Global investment banks can still offer careers to match or beat those in technology, private equity or hedge funds, says Pascal Lambert, Societe Generale’s head of Southeast Asia and group country head for Singapore.
But moving countries and/or job functions is now increasingly essential to success in the banking sector, he adds.
“A few years ago the best graduates of this ‘digital age’ would go to the likes of Facebook instead of the banks. But now I think banks are at a turning point in terms of the profiles we recruit as we are also going through a digital transformation,” says Lambert, speaking to eFinancialCareers on the sidelines of the FT Asia Banking Forum in Singapore. “For example, fintech is now being incorporated by banks and making them more agile, which is appealing to graduates.”
“In banking the burden of regulations is high and for good reason – banks support the economy,” adds Lambert. “While some may find these regulations too much and may prefer to join hedge funds or private equity firms, I believe banks offer a wider breadth of job opportunities and products than these smaller firms offer.”
Lambert says graduates can still “make a big difference to society” if they work at banks. “For example, in an area like project finance you get the opportunity to contribute to the building of a country’s infrastructure.”
Above all, Lambert advises graduates and young bankers to be “flexible” with their careers – having a rigid long-term career plan no longer works. “If you have the curiosity to move between job functions – or even better, move locations – banking is a fantastic place to be.”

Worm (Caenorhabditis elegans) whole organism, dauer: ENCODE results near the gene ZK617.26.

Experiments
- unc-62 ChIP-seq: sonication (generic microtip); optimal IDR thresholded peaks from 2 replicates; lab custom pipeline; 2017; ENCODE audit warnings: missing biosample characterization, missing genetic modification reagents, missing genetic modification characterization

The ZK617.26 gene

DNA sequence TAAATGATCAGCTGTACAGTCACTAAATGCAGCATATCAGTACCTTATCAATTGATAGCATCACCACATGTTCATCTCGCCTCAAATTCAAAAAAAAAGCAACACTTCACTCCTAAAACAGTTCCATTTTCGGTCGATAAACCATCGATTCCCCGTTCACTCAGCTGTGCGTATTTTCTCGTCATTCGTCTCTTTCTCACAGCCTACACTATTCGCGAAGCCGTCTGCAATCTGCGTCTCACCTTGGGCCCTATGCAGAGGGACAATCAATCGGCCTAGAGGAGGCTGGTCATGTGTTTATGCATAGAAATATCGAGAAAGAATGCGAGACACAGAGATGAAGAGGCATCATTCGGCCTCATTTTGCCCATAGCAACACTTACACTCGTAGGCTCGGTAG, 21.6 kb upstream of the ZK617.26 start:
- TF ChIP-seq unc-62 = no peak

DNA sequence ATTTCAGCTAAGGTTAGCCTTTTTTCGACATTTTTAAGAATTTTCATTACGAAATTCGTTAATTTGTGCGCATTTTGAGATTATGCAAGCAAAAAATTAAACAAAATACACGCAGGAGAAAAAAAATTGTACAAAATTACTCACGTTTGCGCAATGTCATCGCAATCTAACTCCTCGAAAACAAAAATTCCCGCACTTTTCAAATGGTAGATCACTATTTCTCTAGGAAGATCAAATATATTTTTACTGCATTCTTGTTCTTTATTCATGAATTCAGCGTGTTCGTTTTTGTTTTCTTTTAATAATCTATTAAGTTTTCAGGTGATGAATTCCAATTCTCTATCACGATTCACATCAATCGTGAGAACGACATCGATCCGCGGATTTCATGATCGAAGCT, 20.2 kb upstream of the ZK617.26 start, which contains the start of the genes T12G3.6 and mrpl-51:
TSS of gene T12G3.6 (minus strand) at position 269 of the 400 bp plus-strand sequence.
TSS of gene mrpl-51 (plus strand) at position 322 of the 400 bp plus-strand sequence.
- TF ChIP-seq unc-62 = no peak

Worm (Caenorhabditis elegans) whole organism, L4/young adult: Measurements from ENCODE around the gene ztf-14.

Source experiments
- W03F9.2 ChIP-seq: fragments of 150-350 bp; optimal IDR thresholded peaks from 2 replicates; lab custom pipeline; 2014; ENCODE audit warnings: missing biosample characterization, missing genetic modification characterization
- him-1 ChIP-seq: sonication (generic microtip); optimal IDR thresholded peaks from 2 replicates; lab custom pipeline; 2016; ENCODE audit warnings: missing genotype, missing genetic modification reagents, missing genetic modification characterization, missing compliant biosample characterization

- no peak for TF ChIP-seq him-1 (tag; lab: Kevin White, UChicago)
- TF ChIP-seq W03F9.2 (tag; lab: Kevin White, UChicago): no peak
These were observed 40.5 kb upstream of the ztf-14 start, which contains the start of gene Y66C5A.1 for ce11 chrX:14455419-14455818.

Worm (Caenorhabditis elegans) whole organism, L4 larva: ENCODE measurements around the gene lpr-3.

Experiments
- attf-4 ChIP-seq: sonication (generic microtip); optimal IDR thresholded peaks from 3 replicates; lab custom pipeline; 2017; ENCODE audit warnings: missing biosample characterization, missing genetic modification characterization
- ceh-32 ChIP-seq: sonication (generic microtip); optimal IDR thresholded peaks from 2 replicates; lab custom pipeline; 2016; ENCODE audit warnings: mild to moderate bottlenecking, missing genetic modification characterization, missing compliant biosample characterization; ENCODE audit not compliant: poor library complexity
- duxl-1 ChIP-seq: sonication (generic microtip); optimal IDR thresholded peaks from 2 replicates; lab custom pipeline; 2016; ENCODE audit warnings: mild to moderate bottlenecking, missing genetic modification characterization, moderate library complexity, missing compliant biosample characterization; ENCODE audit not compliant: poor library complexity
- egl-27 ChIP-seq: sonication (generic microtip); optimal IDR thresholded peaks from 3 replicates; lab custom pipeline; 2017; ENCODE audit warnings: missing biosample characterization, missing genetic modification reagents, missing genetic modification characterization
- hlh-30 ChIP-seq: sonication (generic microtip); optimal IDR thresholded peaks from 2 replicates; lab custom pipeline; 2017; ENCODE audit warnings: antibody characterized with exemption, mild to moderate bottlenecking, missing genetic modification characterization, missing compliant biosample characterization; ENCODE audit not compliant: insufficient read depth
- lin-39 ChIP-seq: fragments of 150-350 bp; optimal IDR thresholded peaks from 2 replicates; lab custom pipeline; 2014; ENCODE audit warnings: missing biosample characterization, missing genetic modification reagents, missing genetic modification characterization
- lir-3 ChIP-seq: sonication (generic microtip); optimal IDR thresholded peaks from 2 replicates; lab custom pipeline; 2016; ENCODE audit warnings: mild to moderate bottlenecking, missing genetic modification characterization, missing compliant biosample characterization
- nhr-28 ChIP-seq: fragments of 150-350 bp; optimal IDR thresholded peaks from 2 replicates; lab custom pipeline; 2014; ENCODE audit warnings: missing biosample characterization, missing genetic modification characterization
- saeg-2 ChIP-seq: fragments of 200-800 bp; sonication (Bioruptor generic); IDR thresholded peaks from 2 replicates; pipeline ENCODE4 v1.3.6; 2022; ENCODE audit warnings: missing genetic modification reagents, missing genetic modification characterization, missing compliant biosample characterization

He puts his own success partly down to his willingness to relocate. “I chose banking as a career primarily because I was keen to get an international experience – this actually appealed more than the technical aspects of the industry.”
The Frenchman’s first international assignment was with Banque Indosuez (later part of Crédit Agricole) in Djibouti, a country on the Horn of Africa, in the early 1980s.
He then worked for the same bank in India between 1986 and 1989. “I started working in India just at the time when the Indian market was liberalising. It was a big step up for me at quite a young age – but I got it as I was willing to work overseas.”
In any banking career two or three people will be your “game changers”, says Lambert. “You may have benefited from their mentorship and they may offer advice which could create opportunities for you to consider..”
After India, Lambert’s second “big career break” came when he followed a former colleague to Bear Stearns in 1993. “I became their first Hong Kong employee and I set up the derivatives team for them there. It was new and exciting.”
After stints with Bear Stearns in Dublin (as the local CEO) and London (as head of European prime brokerage) Lambert returned to Hong Kong in 2007 to become APAC chief administrative officer, a position he remained in when J.P. Morgan took over the firm the following year.
Lambert joined SocGen in Hong Kong in 2009 as its APAC COO for markets and then (in 2010) corporate and investment banking.
He became the French firm’s Singapore boss in October 2012 and says his experiences in other markets helped him adjust quickly to the new role.
“The past four years have been about growing the business in Singapore and Southeast Asia. Interestingly this job has a lot of commonality with some of the ‘building’ roles I’ve had before, for instance setting up a bank in Dublin, and similarly in Hong Kong. In a bank like ours, you need the capacity to work as a team with both colleagues and clients. Banking is about people – and working well with them is what I like most about my job.”